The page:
Why do banks in Bulgaria go bankrupt? The Strasbourg Court ruling and the lessons unlearned
The KTB Bank’s story has shown that even if serious investigations of bank abuses with regulatory protection appear in the public sphere, the Bulgarian National Bank cannot provide an independent internal investigation.
The hearings in the KTB case showed that they were assigned to the same directorate whose head turned out to be a defendant.
The second problem – the BNB will not, cannot, or will not enforce measures in the event of a direct malicious attack on a bank.
The third problem is the easy “disappearance” of credit files worth billions. The lack of credit information, evidenced by the disputed reports on the KTB, clearly showed that this provided opportunities for deliberate concealment and manipulation of subsequent audits.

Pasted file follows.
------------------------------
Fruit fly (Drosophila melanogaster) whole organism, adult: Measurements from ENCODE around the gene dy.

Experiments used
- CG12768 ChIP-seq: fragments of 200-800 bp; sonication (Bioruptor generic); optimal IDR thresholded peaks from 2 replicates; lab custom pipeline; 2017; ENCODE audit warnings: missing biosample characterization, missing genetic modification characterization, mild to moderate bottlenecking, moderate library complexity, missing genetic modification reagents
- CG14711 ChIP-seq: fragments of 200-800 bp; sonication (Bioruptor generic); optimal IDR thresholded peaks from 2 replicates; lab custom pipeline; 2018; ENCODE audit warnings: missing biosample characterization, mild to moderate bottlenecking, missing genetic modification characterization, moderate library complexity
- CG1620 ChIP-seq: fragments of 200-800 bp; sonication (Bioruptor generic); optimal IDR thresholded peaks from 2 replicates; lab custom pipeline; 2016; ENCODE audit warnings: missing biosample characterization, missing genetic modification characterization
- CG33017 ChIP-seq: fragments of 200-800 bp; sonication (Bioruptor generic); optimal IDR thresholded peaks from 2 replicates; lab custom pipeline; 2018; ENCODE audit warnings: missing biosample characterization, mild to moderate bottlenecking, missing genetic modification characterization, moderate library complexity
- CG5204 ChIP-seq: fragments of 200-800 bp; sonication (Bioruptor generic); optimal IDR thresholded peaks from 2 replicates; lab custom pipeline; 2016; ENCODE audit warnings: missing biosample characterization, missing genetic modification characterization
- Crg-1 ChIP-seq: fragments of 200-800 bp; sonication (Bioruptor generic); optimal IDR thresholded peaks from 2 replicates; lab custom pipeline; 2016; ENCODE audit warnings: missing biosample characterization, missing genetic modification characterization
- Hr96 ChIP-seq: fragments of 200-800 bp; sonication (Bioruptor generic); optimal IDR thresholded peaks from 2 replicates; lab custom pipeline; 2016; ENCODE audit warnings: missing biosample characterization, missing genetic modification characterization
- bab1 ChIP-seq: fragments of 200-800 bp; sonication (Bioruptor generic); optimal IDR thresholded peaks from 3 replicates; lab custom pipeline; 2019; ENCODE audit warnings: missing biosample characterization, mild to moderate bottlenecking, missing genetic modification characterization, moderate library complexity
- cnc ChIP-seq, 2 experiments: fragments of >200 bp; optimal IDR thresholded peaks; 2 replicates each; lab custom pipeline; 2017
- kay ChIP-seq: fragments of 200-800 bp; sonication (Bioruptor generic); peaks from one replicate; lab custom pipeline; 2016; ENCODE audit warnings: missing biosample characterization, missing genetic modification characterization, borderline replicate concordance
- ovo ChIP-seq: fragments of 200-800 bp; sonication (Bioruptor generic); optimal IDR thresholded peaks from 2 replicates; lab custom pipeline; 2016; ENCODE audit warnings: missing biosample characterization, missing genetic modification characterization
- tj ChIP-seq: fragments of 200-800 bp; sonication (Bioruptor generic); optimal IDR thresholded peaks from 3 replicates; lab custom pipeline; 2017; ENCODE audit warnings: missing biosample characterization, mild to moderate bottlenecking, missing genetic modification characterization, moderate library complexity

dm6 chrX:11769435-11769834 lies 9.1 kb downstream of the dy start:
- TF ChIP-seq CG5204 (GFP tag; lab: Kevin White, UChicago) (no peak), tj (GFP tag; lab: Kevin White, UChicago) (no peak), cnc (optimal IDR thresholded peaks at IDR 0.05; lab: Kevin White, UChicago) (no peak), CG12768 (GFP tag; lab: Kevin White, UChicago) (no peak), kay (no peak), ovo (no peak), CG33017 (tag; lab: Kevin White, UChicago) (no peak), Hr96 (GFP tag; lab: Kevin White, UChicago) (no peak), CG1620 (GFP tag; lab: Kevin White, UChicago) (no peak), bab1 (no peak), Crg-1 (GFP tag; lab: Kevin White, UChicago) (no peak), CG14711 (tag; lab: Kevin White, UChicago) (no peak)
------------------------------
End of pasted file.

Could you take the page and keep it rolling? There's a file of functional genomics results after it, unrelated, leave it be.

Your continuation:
On the part of the investigating authorities, there are even more problems; first among them is the investigation’s objectivity. A second problem is the Prosecutor’s Office’s lack of financial expertise, acknowledged by the supervising prosecutor in the KTB mega case, Ivan Geshev himself. Today, he is already Prosecutor General.
This necessitates external expertise, for which the Prosecutor’s Office has requested money from the government, which is a serious procedural problem.
The prime minister at the time, Boyko Borissov, for example, is also a potential witness in the case.
Despite his series of meetings with the banker Tsvetan Vassilev, his interrogation was deemed unnecessary at the discretion of the supervising prosecutor, i.e., the one asking the government for money.